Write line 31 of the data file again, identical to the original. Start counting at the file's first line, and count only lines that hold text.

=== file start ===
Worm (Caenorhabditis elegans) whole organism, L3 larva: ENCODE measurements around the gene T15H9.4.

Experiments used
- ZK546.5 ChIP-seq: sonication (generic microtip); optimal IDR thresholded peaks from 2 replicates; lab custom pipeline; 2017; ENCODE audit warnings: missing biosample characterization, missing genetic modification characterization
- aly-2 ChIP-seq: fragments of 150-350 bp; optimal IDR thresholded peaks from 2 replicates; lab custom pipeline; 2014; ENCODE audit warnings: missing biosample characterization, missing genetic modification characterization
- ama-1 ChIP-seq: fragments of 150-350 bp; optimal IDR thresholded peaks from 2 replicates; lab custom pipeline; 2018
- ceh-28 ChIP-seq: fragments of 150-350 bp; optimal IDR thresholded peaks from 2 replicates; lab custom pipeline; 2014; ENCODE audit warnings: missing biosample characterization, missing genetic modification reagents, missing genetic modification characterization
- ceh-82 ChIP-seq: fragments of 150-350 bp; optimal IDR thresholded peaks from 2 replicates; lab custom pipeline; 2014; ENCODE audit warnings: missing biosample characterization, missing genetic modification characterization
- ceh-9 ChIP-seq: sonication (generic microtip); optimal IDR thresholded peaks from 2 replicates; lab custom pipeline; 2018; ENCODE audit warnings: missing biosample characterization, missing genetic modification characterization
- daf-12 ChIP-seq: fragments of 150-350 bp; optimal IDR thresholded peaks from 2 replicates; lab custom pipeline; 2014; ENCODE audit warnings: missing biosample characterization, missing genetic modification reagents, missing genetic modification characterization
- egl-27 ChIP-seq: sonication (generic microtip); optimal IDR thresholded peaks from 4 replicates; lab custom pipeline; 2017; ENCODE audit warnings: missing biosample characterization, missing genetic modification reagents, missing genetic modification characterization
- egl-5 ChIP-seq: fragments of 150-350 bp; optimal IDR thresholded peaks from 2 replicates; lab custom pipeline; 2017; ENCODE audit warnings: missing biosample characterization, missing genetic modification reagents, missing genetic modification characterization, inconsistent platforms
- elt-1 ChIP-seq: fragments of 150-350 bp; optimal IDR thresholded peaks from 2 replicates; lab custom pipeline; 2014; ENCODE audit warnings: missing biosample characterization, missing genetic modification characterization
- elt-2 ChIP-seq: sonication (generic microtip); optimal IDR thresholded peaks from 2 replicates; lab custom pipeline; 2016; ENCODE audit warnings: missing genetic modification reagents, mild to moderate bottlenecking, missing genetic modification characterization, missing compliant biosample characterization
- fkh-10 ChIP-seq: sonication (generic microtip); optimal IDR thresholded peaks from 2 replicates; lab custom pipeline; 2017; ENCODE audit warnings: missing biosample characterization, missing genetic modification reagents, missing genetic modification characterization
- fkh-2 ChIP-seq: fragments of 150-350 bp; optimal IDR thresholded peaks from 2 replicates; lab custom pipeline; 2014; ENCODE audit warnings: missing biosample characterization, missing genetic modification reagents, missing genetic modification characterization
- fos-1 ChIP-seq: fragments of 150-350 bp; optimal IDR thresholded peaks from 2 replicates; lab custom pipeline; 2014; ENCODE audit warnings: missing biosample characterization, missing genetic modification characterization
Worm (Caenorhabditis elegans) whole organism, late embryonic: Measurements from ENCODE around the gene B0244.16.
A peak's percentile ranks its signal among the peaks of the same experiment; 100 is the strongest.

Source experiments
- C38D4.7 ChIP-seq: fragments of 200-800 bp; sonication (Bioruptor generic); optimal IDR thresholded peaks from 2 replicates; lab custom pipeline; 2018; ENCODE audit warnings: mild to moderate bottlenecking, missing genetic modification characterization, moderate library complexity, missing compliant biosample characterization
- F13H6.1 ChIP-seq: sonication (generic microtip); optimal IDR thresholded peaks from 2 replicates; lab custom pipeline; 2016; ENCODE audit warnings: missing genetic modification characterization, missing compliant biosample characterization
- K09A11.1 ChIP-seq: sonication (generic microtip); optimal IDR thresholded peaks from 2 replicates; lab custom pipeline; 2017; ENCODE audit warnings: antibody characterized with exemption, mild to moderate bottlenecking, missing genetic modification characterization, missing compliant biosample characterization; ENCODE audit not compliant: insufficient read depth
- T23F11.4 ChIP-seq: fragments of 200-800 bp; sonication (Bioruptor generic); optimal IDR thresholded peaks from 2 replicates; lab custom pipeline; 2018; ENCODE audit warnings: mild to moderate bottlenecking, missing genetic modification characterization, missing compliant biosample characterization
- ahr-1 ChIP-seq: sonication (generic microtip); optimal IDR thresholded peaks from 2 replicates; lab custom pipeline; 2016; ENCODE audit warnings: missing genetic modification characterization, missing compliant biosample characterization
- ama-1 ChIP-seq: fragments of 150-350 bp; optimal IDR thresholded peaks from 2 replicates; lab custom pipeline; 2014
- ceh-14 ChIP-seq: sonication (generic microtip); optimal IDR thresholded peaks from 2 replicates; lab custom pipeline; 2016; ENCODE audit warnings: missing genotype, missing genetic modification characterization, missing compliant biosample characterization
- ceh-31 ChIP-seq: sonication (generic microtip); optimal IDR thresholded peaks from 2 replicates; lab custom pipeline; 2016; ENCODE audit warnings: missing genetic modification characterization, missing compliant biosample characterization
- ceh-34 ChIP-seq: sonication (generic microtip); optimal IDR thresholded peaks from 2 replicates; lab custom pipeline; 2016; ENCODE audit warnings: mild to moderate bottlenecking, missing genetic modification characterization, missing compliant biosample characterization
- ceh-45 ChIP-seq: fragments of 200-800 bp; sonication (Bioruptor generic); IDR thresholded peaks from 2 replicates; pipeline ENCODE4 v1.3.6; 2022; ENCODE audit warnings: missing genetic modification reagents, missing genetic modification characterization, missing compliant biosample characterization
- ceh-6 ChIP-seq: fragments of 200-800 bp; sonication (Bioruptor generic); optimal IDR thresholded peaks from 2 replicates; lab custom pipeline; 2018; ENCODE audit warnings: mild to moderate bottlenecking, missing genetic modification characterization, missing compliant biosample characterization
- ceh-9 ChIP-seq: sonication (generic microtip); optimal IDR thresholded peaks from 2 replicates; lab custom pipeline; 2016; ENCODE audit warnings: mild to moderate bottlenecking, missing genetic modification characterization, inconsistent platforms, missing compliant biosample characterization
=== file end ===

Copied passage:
- ceh-9 ChIP-seq: sonication (generic microtip); optimal IDR thresholded peaks from 2 replicates; lab custom pipeline; 2016; ENCODE audit warnings: mild to moderate bottlenecking, missing genetic modification characterization, inconsistent platforms, missing compliant biosample characterization